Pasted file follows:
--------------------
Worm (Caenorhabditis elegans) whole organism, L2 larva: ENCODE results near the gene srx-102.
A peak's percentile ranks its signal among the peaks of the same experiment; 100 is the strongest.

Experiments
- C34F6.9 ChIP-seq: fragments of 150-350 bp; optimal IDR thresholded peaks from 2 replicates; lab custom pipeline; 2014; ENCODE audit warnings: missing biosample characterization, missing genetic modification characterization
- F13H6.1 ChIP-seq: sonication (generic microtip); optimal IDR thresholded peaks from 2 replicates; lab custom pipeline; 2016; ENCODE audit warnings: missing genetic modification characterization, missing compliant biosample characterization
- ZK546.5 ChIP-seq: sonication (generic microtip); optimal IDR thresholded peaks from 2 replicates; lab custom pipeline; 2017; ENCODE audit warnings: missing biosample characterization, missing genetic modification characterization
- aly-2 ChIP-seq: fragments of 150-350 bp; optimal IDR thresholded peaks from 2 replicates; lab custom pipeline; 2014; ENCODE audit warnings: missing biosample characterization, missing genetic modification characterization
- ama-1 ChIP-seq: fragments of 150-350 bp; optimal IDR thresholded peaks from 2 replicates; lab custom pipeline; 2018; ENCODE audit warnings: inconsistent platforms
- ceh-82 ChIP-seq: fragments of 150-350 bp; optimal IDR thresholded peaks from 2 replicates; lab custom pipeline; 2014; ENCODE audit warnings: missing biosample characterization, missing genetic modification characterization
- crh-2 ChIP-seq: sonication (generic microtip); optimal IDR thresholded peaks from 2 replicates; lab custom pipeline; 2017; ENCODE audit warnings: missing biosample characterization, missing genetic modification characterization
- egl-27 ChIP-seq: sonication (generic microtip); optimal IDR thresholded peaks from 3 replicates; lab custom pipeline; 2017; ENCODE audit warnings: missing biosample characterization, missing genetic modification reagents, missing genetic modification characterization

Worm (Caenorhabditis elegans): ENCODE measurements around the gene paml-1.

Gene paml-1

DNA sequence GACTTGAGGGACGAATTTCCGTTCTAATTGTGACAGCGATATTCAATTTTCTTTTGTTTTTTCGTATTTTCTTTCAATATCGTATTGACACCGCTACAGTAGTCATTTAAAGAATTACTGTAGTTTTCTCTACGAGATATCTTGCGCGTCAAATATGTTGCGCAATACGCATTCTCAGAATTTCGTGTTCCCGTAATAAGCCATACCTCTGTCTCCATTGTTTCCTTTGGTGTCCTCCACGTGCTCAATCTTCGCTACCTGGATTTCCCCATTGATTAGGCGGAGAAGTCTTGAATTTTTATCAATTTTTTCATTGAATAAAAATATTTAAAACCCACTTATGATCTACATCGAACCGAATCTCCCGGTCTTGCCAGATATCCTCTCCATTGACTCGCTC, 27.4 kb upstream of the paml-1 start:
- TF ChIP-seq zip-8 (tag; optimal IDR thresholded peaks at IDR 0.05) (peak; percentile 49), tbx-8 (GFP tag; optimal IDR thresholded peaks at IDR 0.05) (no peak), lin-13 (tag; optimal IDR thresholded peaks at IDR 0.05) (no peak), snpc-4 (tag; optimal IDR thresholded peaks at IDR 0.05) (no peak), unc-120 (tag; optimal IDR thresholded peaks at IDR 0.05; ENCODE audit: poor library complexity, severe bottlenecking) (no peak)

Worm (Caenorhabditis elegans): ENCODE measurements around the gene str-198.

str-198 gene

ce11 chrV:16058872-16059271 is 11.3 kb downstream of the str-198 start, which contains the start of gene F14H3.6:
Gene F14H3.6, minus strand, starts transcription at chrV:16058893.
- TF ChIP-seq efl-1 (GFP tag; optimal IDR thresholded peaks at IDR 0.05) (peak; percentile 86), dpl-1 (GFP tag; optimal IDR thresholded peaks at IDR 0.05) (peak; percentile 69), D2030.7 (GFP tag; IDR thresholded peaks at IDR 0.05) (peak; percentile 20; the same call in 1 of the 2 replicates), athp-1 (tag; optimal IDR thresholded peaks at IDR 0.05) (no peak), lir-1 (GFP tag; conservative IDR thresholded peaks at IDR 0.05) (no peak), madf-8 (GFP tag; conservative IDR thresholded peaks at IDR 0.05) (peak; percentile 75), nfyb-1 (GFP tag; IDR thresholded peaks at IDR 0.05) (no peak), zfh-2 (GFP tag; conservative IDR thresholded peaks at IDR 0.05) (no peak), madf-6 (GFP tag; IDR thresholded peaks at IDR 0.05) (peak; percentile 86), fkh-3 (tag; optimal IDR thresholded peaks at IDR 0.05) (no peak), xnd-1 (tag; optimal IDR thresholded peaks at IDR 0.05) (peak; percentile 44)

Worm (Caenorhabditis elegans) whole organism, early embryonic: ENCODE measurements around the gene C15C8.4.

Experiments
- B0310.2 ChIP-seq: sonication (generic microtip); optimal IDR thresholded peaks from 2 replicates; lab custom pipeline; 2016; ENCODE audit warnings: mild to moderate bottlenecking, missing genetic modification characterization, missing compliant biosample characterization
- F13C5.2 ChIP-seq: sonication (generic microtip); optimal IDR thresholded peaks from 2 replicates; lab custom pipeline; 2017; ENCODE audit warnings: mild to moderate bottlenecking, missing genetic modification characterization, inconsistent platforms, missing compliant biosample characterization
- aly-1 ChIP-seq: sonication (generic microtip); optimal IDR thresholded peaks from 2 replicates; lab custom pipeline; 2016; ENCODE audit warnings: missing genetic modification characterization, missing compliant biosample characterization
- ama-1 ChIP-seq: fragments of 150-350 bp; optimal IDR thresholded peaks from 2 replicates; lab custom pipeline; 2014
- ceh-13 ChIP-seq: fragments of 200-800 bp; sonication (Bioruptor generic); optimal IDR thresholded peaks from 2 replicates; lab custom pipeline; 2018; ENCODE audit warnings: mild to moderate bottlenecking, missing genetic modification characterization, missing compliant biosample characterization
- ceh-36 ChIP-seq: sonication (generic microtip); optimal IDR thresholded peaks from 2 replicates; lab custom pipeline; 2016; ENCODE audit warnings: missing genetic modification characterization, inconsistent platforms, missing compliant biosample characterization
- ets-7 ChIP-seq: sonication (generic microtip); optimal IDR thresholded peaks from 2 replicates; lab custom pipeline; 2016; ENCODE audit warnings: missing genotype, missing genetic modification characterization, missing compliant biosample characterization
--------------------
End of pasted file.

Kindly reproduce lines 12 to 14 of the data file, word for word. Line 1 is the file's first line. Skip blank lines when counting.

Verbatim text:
Worm (Caenorhabditis elegans): ENCODE measurements around the gene paml-1.

Gene paml-1

DNA sequence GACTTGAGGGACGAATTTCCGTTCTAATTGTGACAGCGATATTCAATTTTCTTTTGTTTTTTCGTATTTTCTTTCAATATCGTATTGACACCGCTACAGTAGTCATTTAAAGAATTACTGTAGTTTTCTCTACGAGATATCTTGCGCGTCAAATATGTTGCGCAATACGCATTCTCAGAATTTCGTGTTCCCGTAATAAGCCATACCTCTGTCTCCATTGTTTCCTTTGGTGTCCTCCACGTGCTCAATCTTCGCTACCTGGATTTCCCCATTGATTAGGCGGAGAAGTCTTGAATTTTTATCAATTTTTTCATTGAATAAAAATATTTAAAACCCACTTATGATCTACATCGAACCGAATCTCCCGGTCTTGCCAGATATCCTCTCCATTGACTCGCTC, 27.4 kb upstream of the paml-1 start: